Archive for May 5th, 2009



To INTHRALL. v.a. [in and thrall.] To enslave; to shac-
kle; to reduce to servitude. A word now seldom used, at
least in prose.
What though I be inthrall’d, he seems a knight,
And will not any way dishonour me. Shakesp. Henry VI.
The Turk has sought to extinguish the ancient memory of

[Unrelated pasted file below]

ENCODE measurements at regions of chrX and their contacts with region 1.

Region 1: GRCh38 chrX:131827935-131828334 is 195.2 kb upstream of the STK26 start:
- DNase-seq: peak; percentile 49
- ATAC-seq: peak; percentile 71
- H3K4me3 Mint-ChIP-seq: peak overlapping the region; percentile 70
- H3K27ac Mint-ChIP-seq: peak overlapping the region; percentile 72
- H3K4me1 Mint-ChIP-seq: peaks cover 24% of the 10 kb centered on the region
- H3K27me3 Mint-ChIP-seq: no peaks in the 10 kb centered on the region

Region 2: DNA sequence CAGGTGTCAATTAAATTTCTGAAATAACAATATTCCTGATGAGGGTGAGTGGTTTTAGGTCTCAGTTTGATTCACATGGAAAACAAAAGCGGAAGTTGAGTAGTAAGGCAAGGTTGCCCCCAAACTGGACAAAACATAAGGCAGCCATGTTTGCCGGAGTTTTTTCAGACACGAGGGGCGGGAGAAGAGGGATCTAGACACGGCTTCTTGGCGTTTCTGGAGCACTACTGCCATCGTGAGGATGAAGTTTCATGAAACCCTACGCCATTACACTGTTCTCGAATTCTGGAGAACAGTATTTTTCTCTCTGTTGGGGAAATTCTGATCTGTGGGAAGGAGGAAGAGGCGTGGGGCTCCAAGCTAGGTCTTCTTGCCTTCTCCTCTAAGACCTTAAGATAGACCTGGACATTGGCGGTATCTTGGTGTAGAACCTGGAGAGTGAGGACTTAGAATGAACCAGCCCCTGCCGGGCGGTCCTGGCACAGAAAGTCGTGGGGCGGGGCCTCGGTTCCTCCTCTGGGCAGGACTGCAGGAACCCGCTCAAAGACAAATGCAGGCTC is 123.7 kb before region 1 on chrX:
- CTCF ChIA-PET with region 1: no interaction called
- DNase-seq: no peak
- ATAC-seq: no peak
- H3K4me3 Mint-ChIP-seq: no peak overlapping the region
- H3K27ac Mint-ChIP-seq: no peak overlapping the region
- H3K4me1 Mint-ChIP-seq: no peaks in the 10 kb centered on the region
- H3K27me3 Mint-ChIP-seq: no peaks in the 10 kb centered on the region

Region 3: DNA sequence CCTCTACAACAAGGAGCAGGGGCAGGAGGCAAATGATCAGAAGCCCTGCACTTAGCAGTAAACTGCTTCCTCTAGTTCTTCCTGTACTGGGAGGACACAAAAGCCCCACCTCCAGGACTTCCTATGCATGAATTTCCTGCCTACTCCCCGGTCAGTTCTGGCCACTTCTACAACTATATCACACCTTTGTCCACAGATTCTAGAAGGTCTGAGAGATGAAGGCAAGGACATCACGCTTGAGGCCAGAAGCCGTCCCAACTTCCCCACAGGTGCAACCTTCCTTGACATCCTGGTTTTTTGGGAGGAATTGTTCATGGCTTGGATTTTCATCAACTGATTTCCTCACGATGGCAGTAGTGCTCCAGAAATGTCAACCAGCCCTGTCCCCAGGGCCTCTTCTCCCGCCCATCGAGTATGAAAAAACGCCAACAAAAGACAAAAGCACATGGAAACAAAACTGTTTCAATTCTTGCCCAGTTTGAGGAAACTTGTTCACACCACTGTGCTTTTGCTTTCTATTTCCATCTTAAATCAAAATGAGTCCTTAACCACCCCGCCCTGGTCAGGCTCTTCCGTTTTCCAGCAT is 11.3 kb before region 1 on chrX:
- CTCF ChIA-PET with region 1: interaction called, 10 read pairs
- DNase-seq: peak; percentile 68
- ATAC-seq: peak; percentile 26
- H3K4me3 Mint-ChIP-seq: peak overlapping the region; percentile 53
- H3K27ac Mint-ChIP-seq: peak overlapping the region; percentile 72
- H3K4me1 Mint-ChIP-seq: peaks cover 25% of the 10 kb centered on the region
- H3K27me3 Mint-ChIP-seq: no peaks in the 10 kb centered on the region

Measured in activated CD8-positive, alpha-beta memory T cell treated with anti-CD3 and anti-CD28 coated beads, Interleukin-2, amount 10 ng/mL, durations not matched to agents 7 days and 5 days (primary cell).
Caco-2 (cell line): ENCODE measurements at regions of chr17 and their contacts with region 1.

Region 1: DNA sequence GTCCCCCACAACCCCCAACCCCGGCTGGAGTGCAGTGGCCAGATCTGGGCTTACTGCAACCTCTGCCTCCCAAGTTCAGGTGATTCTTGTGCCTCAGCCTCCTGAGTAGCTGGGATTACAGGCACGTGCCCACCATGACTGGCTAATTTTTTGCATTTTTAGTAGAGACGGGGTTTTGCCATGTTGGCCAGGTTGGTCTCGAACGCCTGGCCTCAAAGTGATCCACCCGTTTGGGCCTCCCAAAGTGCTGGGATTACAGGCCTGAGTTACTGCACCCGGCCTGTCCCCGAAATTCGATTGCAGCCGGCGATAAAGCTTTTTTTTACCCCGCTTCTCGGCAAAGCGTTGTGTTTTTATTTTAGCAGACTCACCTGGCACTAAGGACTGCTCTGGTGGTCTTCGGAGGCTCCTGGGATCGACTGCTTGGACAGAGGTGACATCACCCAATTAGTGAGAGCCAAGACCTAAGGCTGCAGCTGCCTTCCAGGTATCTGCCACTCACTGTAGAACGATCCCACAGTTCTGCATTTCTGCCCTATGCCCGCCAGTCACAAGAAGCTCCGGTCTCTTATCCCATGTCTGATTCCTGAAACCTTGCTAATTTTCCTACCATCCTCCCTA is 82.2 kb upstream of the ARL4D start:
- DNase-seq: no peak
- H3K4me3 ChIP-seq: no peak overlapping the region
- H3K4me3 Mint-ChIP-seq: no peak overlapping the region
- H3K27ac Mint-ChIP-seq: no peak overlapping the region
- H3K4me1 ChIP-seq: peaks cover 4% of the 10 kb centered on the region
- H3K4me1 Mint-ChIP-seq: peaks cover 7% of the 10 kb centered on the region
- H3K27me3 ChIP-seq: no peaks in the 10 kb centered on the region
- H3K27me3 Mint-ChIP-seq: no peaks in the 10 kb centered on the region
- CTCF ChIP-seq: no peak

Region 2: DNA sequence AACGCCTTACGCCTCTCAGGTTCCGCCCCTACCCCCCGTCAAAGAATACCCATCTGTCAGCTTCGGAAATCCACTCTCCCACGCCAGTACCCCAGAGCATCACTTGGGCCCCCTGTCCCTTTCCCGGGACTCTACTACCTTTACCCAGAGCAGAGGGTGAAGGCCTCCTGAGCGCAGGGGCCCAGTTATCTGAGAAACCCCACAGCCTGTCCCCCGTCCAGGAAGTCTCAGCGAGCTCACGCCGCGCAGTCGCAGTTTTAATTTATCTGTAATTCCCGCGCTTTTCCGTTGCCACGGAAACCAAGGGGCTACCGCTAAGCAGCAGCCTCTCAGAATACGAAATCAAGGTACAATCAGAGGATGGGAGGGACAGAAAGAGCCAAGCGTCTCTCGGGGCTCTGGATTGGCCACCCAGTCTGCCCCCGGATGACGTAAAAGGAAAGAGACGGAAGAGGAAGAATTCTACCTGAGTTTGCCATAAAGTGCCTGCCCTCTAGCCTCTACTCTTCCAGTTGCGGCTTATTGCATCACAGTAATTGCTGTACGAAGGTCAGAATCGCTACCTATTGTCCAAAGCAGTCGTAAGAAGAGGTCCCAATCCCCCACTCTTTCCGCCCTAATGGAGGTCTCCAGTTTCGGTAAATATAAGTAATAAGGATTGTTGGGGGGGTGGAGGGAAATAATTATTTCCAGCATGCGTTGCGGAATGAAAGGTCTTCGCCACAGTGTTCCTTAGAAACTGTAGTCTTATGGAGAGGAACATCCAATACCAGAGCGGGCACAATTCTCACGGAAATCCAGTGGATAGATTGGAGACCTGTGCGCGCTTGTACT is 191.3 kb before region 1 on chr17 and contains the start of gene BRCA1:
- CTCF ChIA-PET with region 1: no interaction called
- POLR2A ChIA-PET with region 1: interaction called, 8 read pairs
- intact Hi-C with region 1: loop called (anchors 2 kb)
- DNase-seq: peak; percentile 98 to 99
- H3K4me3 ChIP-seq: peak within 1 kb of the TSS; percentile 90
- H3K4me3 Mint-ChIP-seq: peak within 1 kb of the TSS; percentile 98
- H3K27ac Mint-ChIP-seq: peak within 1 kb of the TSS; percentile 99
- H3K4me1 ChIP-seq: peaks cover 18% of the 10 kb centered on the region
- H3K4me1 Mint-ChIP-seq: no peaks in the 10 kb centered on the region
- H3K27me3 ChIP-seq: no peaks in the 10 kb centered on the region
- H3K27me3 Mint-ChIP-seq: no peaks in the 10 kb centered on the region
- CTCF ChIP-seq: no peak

those people which he has subjected and inthrall’d. Raleigh.
Authors to themselves in all
Both what they judge, and what they choose; for so
I form’d them free, and free they must remain
Till they inthrall themselves. Milton’s Par. Lost, b. ii.
She soothes, but never can inthrall my mind:
Why may not peace and love for once be join’d. Prior.